News & Events
Gammage & Burnham has sponsored the Downtown Phoenix community theater for many years, supporting their mission to bring the magic of theater to kids of all ages and socio-economic backgrounds. Chris will be able to help the theater reach its goals by fundraising and promoting VYT programs throughout the Valley.
Learn more about Valley Youth Theatre at www.vyt.com.
The Arizona Center for Nature Conservation operates the Phoenix Zoo and the South Mountain Environmental Education Center. The ACNC advances the stewardship and conservation of animals and their habitats while providing experiences that inspire people and motivate them to care for the natural world.
Dick has served on the board in the past from 1990 to 1999, when it was known as the Arizona Zoological Society, and from 1993 to 1996 he served as President.
Posted by Camila Alarcon
This year’s Liquor Omnibus Bill (H.B. 2281), signed by Governor Ducey on April 26, 2019, is chock-full of new alcohol licensing opportunities for retail centers. Restaurants and bars will be able to overlap liquor licenses and sell alcohol in shared spaces. For owners and managers of retail spaces of over 400,000 square feet, the Department of Liquor Licenses and Control will establish a pilot program to allow the consumption of alcohol throughout pedestrian common areas.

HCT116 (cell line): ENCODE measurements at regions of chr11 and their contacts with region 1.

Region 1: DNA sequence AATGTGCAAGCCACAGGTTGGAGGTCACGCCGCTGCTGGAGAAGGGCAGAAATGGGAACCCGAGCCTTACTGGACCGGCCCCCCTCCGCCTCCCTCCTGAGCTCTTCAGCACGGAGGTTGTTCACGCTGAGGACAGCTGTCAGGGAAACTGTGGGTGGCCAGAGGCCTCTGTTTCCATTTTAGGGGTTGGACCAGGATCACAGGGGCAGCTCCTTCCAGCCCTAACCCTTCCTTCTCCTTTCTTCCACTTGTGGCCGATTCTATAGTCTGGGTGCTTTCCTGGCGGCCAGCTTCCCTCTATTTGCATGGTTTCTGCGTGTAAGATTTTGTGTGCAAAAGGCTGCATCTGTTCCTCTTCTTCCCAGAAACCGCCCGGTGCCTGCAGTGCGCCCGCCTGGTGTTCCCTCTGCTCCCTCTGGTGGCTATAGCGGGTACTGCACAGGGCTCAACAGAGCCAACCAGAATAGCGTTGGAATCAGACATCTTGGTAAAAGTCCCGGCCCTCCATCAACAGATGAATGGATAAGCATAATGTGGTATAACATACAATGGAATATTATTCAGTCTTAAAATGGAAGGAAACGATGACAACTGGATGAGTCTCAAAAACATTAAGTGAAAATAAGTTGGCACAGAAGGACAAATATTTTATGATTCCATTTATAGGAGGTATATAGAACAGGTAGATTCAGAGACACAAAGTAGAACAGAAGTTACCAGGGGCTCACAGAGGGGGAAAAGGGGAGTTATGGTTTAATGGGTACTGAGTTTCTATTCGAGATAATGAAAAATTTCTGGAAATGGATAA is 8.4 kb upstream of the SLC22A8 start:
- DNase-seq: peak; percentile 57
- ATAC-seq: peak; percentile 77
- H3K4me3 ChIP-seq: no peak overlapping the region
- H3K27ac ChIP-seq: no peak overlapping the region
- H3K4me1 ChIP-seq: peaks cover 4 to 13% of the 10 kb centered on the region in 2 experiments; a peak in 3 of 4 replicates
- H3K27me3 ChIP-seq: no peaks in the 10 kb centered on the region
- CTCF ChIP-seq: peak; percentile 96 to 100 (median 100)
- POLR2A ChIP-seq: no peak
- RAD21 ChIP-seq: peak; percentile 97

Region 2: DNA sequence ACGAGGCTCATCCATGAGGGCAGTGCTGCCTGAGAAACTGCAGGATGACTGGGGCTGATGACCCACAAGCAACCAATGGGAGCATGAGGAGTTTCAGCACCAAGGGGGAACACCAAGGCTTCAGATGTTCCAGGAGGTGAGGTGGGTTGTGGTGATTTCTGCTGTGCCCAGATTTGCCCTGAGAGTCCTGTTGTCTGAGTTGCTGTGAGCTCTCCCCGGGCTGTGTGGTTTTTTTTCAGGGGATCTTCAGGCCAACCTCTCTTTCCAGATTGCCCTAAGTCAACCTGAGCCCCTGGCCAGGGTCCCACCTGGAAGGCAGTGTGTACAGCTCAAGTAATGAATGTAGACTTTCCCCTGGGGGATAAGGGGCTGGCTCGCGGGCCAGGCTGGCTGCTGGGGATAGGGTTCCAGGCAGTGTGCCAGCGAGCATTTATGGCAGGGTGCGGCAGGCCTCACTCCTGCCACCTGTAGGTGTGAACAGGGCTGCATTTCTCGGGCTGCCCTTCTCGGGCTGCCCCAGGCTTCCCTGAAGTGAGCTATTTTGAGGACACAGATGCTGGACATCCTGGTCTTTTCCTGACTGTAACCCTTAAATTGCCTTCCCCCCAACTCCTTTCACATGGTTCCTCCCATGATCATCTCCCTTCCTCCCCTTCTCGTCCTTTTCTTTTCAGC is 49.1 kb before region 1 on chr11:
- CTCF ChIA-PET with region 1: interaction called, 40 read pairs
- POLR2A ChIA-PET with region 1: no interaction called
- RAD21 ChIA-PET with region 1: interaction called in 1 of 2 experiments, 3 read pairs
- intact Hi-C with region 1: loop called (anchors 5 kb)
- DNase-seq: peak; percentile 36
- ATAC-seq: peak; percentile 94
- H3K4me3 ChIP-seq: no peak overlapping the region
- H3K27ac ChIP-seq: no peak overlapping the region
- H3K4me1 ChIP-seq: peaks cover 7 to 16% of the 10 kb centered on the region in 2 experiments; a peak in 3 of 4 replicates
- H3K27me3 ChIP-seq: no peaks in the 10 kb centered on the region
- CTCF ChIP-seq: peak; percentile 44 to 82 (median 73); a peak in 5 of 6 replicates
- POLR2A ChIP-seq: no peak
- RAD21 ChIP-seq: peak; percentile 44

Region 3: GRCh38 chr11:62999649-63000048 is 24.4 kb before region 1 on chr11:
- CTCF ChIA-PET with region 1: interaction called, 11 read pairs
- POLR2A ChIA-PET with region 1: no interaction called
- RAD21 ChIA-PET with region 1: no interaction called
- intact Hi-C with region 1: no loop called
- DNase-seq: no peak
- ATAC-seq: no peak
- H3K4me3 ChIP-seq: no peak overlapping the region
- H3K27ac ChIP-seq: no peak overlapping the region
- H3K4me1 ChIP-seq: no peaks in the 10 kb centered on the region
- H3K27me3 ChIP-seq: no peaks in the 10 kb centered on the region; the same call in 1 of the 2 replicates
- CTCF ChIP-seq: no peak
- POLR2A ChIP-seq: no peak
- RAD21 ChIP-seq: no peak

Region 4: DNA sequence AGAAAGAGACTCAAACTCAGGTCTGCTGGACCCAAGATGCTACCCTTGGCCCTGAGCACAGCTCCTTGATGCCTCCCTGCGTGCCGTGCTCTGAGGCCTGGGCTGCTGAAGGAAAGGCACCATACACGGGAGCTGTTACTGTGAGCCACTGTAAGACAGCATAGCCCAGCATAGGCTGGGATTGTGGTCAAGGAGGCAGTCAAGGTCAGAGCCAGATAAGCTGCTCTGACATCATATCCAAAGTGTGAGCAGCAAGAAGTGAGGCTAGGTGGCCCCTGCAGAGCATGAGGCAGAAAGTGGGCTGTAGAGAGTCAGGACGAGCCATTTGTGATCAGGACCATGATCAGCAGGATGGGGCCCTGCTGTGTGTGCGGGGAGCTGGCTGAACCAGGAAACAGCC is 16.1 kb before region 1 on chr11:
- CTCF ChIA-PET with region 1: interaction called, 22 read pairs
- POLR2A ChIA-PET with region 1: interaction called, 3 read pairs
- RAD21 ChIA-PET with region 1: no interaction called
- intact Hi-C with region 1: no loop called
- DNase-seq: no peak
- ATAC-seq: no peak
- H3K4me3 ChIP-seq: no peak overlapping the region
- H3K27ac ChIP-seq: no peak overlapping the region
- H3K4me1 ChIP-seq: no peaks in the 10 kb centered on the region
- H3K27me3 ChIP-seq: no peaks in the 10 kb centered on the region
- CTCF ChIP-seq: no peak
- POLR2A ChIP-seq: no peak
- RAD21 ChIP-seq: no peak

Both of these changes constitute a complete turnaround from the one business, one license rule.
Gammage & Burnham partners Cameron Artigue and Chris Hering won an important victory in the Arizona court of appeals on April 5, when the court clarified that hospital lien rights extend to and include “medpay” policies issued by auto insurance companies. Under Arizona law, hospitals have liens on the personal injury claims of their patients, as well as related claims on all types of insurance except for “health insurance.” An insurance company that pays out benefits without first satisfying the lien claim is liable to pay the hospital to satisfy its lien. Farmers Insurance issued a large medpay policy, which it paid to its insured policyholder without first satisfying the lien claim of G&B’s hospital client.
Posted by Kevin Merritt
Since medical marijuana became legal in Arizona in 2010, operators in the industry have faced significant challenges in cash management and banking. At the time, effectively every financial institution refused to provide any services, since marijuana is still a Schedule 1 prohibited substance under federal law, with stiff penalties for possession, distribution and sale. As the result of that classification, every financial transaction involving the proceeds of the cannabis industry can arguably be considered money laundering under federal law. Times are changing, however…
As the legal landscape across the country has evolved, with 33 states now allowing either medical or recreational use of cannabis, the banking industry is starting to follow suit.
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